As Thomas Crich nears his end, Gerald finds that Gudrun is the only person he can turn to for sympathy. Three nights after his father’s death, he cannot stand being alone. He walks to Beldover, sneaks into the Brangwen house, and finds Gudrun’s room. She lets him stay and make love to her. Afterwards he falls asleep, “perfect as if he were bathed in the womb again,” but she is awake and despairing, “left with all the anguish of consciousness” (Women in Love, pp. 430-32).

Birkin and Ursula decide to get married. Gerald considers marrying Gudrun too, but cannot quite make up his mind. The four spend Christmas together at a ski resort in the Tyrol, despite Gudrun’s fear that, since Gerald and Birkin have planned this together, they are “arranging an outing with some little type they’d picked up” (Women in Love, p. 468).

On their way to Austria, Gerald and Gudrun stop in London, and go to the Pompadour café. They encounter the model, Pussum, confirming Gudrun’s worst suspicions about Gerald’s relations with “little types.” But when they overhear Pussum’s former lover Halliday making fun of a letter from Birkin in Birkin’s high-sounding prophetic mode, Gudrun snatches the letter away, and runs from the restaurant. On the boat crossing the Channel to mainland Europe, Ursula and Birkin both feel they have indeed embarked on a new life, “like one closed seed of life falling through dark, fathomless space” (Women in Love, p. 479). At Innsbruck, Austria, they rejoin Gerald and Gudrun. The four ascend into a beautiful but inhuman landscape, where “the last peaks of snow” are “like the heart petak of an open rose” (Women in Love, p. 491). The German guests at the inn welcome them heartily; after a boisterous party, Birkin and Ursula are inspired to sexual experiment, to “mocking brutishness” (Women in Love, p. 505). But Gudrun is beginning to feel afraid of Gerald’s intrusion on her self-conscious inner world.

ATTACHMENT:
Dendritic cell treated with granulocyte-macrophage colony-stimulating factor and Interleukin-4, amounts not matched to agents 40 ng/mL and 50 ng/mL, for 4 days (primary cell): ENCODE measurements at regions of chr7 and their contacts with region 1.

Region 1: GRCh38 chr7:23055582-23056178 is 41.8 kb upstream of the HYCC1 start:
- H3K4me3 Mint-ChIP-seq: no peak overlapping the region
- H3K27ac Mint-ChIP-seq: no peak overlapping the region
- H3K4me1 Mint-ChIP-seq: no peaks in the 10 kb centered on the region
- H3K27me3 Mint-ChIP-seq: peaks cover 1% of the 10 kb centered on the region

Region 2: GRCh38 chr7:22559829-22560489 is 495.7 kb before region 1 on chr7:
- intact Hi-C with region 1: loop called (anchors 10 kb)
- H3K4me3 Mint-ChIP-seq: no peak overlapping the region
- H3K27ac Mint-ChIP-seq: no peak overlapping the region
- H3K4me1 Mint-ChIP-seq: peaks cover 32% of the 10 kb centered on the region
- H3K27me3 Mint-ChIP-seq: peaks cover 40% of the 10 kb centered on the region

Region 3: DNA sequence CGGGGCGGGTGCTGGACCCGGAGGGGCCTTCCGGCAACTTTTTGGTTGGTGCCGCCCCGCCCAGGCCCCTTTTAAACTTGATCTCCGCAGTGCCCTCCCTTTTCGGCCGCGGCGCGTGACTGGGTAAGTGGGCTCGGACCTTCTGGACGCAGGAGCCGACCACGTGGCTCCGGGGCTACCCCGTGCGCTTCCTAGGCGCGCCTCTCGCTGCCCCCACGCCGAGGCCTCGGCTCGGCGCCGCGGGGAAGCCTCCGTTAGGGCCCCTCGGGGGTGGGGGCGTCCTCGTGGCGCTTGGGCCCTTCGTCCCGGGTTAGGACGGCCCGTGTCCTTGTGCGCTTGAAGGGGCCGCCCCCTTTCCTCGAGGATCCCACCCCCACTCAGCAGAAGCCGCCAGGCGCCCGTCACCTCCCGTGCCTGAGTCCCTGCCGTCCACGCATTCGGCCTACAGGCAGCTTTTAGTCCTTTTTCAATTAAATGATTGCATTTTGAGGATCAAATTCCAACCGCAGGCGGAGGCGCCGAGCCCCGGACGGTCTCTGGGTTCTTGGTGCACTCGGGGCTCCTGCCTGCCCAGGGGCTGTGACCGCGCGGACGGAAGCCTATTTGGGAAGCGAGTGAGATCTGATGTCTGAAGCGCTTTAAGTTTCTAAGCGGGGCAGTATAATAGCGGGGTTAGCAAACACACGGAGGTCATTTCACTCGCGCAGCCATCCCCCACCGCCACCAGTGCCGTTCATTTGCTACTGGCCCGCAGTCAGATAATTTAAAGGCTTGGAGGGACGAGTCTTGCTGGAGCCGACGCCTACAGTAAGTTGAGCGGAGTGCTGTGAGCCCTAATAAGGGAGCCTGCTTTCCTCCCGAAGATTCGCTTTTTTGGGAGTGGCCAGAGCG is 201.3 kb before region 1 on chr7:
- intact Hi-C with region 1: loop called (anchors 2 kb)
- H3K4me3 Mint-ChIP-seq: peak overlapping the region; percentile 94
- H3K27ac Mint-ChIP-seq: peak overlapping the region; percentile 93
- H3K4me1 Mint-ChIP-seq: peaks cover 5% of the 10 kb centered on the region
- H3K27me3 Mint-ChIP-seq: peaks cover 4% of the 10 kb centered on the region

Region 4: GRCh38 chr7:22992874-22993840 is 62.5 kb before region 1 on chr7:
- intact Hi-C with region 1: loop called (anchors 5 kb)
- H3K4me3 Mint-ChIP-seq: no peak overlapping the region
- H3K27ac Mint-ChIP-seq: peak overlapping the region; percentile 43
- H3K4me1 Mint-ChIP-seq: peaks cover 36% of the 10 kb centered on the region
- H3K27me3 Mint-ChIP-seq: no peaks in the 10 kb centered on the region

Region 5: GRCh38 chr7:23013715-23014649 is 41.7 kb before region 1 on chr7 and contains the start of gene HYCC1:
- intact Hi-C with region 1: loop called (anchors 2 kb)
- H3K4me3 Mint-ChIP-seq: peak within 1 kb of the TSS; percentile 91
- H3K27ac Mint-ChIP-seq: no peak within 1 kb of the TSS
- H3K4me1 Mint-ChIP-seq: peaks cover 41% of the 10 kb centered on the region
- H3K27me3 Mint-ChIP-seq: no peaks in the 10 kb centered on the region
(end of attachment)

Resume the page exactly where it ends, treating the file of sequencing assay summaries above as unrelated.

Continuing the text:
One of their fellow guests is a little German sculptor named Loerke. He is a believer in art for art’s sake, but also something of a Futurist, who holds that “art should interpret industry, as it once interpreted religion” (Women in Love, p. 518). Though he apparently has a male lover, Leitner, he immediately focuses on Gudrun. The women spend hours talking with him, though Gerald hates him, and Birkin dismisses him as “the wizard rat that swims ahead” in “the river of corruption” (Women in Love, p. 523).

Ursula decides that she cannot stand the atmosphere (climatic or emotional), and she and Birkin leave for Italy. Left alone, Gerald and Gu-drun’s relationship deteriorates rapidly. She accuses him of wanting her rather than loving her; though he cannot contradict her, he feels that “a strange rent had been torn in him . he had been torn apart and given to Gudrun,” and that he cannot give up this “cruelest joy” (Women in Love, p. 543). As she seems more and more clearly to have an understanding with the sculptor Loerke, Gerald begins to fantasize about killing her. She decides to leave. On the day before her departure, Gerald comes upon her and Loerke having a picnic in the snow. He knocks Loerke down and begins to strangle Gudrun. But when Loerke breaks his concentration with a sarcastic remark, Gerald lets go and wanders away. He climbs higher and higher into the mountains, with no destination. Finally, feeling that “somebody was going to murder him” and “he could feel the blow descending,” he collapses and falls asleep in the snow (Women in Love, pp. 574-75).

When his frozen body is discovered, Gudrun summons Birkin and Ursula back from Italy. Birkin is in despair, feeling that if Gerald had accepted his offer of love, it would have saved him. He reassures Ursula that “You are enough for me, as far as woman is concerned,” and that “We shan’t have any need to despair, in death,” but the novel ends with them disagreeing about his wish for “two kinds of love” (Women in Love, pp. 582-83).

Birkin—character or mouthpiece?

Women in Love still has the power to provoke deeply polarized reactions in its readers, for its ideology as much as for its art. Those who hate the novel tend to consider Birkin the authorial voice, even in his most neurotic, misanthropic, misogynist pronouncements. They see Ursula as capitulating to him and forfeiting the potential for an independent life that she developed in The Rainbow (Adelman, pp. 508-510).

Those who love the novel tend to feel—often after repeated readings—that it is a work in which even negative characters like Hermione and Loerke are sometimes right and that the polarities are too profound ever to be resolved in one direction. As Birkin himself says, in a self-dissatisfied moment, “There wouldn’t have to be any truth, if there weren’t any lies” (Women in Love, p. 322). From this point of view, Birkin profoundly needs the correction he gets from Ursula, and both are changed by the end of the book. If Ursula adopts some of Birkin’s opinions, Birkin learns from her how to live in the moment, to set aside his need to be right when the urgencies of human interaction demand it.